Much is written about the difficulty of obtaining effective trustees. Many organisations embark on recruitment without identifying who will take responsibility for managing it or considering whether there is an appropriate budget for any staff time involved.
Charities' recruitment strategies should include direction about the professional knowledge required. Even so, someone has to write a role description and person specification - and this takes time.
Organisations are increasingly choosing to advertise trustee openings. Who knows who writes the actual copy, but many of these ads make fascinating reading - and not always for the right reasons. It is scarcely surprising that a number of potential candidates are put off before they even apply when they learn about the depth of responsibility involved.
The interviewing or assessment process should also be decided in advance, with identified trustees agreeing to support the chair. It should also be decided whether candidates will be able to meet staff before joining. If a chair is being sought, this whole process is even more detailed. I have a great deal of sympathy for organisations facing this choice, especially with the increasing need to be totally transparent at all times.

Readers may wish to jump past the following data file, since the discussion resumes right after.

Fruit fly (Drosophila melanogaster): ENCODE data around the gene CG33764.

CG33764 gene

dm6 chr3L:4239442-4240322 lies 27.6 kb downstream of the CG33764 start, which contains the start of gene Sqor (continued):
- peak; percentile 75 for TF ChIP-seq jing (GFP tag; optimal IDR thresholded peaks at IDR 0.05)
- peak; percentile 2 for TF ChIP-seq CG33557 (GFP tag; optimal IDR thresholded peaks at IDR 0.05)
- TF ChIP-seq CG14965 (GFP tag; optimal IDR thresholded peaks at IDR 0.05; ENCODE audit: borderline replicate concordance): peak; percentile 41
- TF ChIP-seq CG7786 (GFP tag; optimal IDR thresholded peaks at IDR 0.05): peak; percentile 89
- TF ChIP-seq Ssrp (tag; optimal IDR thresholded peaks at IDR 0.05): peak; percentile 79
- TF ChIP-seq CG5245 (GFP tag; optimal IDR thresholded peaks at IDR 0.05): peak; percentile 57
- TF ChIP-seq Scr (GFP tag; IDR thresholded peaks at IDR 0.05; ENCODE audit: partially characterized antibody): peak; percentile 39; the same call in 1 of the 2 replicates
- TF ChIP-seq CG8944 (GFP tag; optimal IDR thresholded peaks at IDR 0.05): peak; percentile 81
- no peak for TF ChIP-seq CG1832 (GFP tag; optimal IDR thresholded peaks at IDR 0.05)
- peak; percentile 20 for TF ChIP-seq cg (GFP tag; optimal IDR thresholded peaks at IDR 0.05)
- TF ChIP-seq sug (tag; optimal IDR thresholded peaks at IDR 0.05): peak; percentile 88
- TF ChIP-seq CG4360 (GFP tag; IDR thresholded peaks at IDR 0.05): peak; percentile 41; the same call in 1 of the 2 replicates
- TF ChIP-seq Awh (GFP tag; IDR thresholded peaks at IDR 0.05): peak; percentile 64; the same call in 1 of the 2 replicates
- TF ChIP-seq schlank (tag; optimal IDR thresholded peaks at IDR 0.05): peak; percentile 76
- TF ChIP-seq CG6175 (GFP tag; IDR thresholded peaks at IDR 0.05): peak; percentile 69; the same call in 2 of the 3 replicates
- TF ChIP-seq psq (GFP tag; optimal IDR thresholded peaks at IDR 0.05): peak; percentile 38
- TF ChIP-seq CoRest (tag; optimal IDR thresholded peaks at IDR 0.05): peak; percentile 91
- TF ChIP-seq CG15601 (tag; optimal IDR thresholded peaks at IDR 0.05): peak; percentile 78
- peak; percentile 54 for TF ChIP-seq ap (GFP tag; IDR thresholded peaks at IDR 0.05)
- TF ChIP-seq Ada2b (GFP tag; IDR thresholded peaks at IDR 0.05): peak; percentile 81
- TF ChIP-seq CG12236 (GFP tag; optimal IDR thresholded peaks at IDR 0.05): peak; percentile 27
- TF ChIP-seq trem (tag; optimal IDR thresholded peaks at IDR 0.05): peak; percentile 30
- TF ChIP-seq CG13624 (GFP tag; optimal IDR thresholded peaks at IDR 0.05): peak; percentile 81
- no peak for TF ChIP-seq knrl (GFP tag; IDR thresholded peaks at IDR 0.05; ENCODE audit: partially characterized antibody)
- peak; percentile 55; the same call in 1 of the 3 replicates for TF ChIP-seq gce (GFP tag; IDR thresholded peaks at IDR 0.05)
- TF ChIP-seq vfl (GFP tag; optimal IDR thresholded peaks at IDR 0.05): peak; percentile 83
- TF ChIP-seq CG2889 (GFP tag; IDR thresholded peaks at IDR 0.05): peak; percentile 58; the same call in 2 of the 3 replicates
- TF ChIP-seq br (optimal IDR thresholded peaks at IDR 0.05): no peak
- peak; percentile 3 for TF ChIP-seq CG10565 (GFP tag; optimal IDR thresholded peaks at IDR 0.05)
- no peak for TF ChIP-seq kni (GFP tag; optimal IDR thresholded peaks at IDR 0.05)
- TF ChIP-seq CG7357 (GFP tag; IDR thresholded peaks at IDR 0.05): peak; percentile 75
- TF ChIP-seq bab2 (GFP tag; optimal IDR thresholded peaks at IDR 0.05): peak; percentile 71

Recruitment organisations are always quick to offer their services (for a fee, of course), but many are not experts on charities. Usually, their staff have not served as trustees, so they can find it hard to understand what is required.
An induction and training should be available for all trustees. All potential trustees should be given basic formal information and will need to be given additional papers if they are appointed.
Faced with gaps on their boards, many organisations are grateful for any candidate, and it can be tempting to short-circuit some details. However, considered appointments lead to hard-working and contented boards that will add greatly to the success of charities.
- Judith Rich is the chair of Charity Appointments and a trustee of Relate and Reach